useful cards are Scourglass, Open the Vaults, Cranial Plating, Inkwell Leviathan, Master Transmuter, [card]Steelshaper's Gift[/card], Enlightened Tutor, Trinket Mage, Treasure Mage, and Tezzeret the Seeker. Weaknesses are mass artifact removal like Austere Command. Blue and White are the colors most synergistic with artifacts and popular commanders for the decks are Sharuum the Hegemon, Jor Kadeen, the Prevailer, Arcum Dagsson, and Memnarch.

Mill - Filling your deck with cards like Traumatize and [card]Tome Scour[/card:
25hdjele] in order to slowly mill an opponent over the course of a game can work, but is generally NOT an effective strategy in EDH. This is because, not only is it tougher to mill a 99 card deck than a 60, not to mention having to mill multiple 99 card decks, but there are also lots of Eldrazi creatures and other spells commonly played in EDH that instantly stops your mill strategy. There are, however, LOTS of combos used in EDH that instantly mill one or more opponents, and a couple of commanders that can easily mill an opponent if they have enough mana available. So, if you want to win by milling your opponent, it's best to do it in one or two shots rather than a few cards at a time over the whole game. A combo that does this would be Spin into Myth or Hinder coupled with Tunnel Vision. Another would be Karmic Guide and Reveillark with [card:
25hdjele]Altar of Dementia[/card]. The commanders that can mill are Oona, Queen of the Fae, and Geth, Lord of the Vault. Big or Infinite mana combos with either of these commanders can mill out an opponent very quickly. Milling some cards from your own library or an opponents in order to stock the graveyards with cards you can use or to make creatures like Lord of Extinction more powerful can be useful at times too.

Infect/Poison - Since the release of the Scars of Mirrodin block, winning by putting a quick 10 poison counters on your opponent has become a viable strategy. Perhaps more for 1v1 than multiplayer, but still a viable option in either. These decks try to make any unblocked creature with Infect or Poison a potential death dealer at any time with cards like Hatred orMight of Oaks. [card]Skithiryx, the Blight Dragon[/card:
25hdjele] is a very effective commander for this strategy and a lot of people like Glissa, the Traitor for her color access. Blightsteel Colossus is an auto-include.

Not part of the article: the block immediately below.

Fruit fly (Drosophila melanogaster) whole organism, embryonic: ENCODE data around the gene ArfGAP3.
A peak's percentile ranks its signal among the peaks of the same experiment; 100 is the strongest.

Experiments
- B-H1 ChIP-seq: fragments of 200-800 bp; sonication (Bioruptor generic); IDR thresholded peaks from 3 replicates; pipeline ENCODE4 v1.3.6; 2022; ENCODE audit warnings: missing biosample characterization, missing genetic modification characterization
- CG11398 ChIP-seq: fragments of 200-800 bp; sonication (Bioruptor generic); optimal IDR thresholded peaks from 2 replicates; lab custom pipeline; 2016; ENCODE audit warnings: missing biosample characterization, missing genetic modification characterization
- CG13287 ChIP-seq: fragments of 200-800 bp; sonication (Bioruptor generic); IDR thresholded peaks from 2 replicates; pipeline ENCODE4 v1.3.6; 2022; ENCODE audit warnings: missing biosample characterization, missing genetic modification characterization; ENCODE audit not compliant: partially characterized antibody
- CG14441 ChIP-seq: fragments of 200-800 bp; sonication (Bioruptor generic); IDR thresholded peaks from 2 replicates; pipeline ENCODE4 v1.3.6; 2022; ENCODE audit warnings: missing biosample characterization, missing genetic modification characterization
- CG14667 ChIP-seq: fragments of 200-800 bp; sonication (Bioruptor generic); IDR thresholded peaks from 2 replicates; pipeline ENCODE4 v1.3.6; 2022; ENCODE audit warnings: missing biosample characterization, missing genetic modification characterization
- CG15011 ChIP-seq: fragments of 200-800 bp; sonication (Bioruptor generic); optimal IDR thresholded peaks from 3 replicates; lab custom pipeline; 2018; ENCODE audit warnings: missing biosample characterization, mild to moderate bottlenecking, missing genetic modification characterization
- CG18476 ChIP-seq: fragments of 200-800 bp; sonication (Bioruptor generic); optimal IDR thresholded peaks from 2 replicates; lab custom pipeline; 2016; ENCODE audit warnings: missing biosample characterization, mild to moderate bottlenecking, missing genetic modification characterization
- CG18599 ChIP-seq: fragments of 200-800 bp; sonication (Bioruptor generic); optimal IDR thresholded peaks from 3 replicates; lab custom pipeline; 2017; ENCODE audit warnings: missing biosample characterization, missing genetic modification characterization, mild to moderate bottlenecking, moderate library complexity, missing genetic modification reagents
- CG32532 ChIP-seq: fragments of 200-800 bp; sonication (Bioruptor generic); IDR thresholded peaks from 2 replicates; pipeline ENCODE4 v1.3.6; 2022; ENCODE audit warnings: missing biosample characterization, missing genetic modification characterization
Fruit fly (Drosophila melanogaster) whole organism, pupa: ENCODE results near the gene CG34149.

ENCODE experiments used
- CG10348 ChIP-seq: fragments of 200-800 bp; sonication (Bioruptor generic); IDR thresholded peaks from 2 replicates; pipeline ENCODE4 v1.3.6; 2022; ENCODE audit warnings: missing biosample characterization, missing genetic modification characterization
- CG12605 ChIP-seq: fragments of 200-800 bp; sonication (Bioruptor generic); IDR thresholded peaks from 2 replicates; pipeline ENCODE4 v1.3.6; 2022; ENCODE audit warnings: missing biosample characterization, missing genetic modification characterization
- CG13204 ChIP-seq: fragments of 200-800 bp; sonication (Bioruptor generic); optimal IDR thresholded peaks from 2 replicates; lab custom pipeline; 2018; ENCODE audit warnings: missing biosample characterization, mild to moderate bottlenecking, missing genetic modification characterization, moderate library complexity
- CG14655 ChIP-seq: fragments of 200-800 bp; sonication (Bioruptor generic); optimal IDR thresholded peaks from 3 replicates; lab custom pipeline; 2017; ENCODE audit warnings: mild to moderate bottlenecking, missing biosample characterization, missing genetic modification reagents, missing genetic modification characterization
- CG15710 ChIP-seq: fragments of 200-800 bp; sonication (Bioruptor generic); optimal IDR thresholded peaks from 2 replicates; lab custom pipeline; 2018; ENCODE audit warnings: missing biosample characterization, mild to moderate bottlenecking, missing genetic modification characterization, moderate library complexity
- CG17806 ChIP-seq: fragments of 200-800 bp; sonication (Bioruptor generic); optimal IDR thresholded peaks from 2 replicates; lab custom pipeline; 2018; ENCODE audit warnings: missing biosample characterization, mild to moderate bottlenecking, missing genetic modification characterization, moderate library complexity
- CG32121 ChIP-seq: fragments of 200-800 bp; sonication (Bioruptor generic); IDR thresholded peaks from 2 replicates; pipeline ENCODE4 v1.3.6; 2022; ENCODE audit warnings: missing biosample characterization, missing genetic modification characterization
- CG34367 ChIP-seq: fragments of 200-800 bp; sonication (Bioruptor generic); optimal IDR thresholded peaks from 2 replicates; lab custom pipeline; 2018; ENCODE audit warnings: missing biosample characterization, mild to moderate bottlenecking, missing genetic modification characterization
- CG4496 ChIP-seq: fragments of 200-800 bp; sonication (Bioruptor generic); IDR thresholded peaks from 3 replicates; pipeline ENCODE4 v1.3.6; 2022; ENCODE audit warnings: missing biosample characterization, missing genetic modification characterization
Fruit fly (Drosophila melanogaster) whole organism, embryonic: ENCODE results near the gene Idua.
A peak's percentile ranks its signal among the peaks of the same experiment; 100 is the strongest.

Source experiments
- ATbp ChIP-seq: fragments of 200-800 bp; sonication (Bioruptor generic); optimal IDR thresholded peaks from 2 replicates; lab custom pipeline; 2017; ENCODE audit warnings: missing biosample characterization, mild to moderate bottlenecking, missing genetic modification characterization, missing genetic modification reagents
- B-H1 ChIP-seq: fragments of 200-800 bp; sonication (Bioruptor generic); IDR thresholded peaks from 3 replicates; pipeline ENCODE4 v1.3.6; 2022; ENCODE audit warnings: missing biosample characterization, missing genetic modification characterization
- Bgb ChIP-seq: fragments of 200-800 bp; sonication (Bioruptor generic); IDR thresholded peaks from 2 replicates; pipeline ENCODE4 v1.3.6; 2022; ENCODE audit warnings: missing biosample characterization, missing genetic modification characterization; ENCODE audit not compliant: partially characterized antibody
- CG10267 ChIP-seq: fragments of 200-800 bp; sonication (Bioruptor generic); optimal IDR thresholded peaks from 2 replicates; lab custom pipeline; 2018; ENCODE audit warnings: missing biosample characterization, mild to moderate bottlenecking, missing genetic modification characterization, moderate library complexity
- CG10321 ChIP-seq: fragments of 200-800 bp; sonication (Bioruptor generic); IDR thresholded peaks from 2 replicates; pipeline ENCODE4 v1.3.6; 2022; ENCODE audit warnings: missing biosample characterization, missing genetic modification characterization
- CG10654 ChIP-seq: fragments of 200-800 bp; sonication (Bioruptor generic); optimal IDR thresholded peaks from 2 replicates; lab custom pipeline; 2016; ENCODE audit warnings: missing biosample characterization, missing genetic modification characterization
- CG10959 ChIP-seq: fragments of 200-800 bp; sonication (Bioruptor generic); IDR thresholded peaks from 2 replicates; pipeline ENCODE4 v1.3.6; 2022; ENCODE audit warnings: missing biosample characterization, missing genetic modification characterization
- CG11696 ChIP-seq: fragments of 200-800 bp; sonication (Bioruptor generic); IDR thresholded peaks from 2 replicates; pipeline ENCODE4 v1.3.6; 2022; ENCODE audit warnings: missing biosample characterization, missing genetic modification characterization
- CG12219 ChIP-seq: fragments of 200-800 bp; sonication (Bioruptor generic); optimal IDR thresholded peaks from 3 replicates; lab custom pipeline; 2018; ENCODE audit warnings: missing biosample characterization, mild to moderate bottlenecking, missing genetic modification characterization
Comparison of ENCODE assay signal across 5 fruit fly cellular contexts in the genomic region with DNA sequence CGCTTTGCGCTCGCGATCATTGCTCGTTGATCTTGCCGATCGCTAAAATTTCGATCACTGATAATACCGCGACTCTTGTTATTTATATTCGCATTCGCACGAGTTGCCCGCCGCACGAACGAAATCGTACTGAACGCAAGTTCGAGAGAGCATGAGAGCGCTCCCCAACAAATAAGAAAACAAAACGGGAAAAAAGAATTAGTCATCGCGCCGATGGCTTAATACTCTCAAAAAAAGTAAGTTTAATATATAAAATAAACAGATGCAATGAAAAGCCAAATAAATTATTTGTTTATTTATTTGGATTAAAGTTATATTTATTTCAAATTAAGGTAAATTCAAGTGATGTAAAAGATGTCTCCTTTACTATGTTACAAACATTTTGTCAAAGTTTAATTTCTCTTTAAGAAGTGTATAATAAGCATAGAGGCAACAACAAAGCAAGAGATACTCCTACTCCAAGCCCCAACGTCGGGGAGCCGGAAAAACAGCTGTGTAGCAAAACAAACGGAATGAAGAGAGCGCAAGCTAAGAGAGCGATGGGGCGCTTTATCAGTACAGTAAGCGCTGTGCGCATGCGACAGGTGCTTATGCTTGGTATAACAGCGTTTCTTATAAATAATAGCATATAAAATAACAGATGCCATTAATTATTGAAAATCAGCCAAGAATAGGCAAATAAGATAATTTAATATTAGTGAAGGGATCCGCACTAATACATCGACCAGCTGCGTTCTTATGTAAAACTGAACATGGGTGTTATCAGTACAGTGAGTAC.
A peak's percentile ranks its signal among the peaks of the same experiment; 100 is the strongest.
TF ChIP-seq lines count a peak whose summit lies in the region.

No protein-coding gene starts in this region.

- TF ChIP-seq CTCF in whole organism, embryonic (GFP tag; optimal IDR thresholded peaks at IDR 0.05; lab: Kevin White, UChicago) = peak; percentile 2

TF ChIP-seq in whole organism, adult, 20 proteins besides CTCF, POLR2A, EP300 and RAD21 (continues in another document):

Enchantress - Plays as a somewhat controllish and defensive strategy, using enchantresses like Argothian Enchantress, Mesa Enchantress, and Verduran Enchantress, along with lots of, surprise, enchantments to generate massive card advantage. Commonly seen cards are [card]Serra's Sanctum[/card], Moat, Aura Thief, Karmic Justice, Privileged Position, Enchanted Evening. Popular commanders for this style include Treva, the Renewer, Uril, the Miststalker, and [
card]Hannah, Ship's Navigator[/card]. White and Green are the primary colors for enchantress with some blue showing up very often.

Punisher (Sometimes called "Group Slug") - A little like Stax, but instead of denying and taxing resources, it punishes everything players do like drawing cards, tapping lands, and playing spells with cards like Manabarbs, Ankh of Mishra, Spellshock, Underworld Dreams, Painful Quandary, and Spiteful Visions. The trick is making it hurt your opponents more than it hurts you, and using other effects to mitigate some of the damage like lifegain or cards like [card]Urza's Armor[/card]. Popular commanders for the decks are Kaervek the Merciless, Zo-zu the Punisher, [card:
25hdjele]Kaalia of the Vast[/card], and [card]Heartless Hidetsugu[card]. This is another style of deck that usually won't win you many friends.

Group Hug - A very unconventional and highly political style of play that actually helps out opposing players while setting them up for the eventual kill. Commonly seen cards are [card]Howling Mine[/card], Upwelling, Tempting Wurm, Hunted Wumpus. Pheddagrif is the quintessential commander for group hug. This style of deck really shouldn't be played by EDH newcomers, as it creates a lot of chaos at the table and tends to be heavily disliked by a lot of players. It may be novel and fun for a little while, but usually gets old very quickly. Save your group hug deck for special occasions.

Pillow Fort - A very defensive style of play, a good pillow fort deck dissuades others from attacking you by building up